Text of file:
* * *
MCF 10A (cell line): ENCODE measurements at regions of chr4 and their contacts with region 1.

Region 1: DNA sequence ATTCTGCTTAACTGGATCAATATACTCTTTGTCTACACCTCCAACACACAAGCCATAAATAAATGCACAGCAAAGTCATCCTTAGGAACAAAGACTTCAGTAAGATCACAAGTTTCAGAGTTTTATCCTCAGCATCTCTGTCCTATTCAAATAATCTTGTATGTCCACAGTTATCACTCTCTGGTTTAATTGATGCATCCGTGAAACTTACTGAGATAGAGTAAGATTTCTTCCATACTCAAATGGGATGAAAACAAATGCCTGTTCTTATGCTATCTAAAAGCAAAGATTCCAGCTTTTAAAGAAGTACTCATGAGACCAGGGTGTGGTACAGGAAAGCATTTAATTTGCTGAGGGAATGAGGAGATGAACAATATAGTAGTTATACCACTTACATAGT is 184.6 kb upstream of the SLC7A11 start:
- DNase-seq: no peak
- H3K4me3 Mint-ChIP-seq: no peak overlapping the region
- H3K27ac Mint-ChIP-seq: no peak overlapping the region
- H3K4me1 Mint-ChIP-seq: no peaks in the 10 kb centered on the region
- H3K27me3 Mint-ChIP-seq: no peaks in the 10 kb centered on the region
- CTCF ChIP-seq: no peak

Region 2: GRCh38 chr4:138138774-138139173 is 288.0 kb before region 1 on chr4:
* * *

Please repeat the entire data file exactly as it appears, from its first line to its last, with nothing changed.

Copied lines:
MCF 10A (cell line): ENCODE measurements at regions of chr4 and their contacts with region 1.

Region 1: DNA sequence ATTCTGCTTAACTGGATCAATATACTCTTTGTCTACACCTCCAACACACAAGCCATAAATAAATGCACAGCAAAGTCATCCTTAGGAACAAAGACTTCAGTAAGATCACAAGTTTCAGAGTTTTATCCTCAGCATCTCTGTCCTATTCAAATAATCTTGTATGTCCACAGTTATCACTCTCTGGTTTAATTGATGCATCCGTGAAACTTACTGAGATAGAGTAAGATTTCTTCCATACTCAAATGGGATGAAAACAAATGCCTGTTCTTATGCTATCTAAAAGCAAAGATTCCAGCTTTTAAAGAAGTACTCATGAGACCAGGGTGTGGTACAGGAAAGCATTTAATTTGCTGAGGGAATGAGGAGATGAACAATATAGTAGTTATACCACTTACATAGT is 184.6 kb upstream of the SLC7A11 start:
- DNase-seq: no peak
- H3K4me3 Mint-ChIP-seq: no peak overlapping the region
- H3K27ac Mint-ChIP-seq: no peak overlapping the region
- H3K4me1 Mint-ChIP-seq: no peaks in the 10 kb centered on the region
- H3K27me3 Mint-ChIP-seq: no peaks in the 10 kb centered on the region
- CTCF ChIP-seq: no peak

Region 2: GRCh38 chr4:138138774-138139173 is 288.0 kb before region 1 on chr4: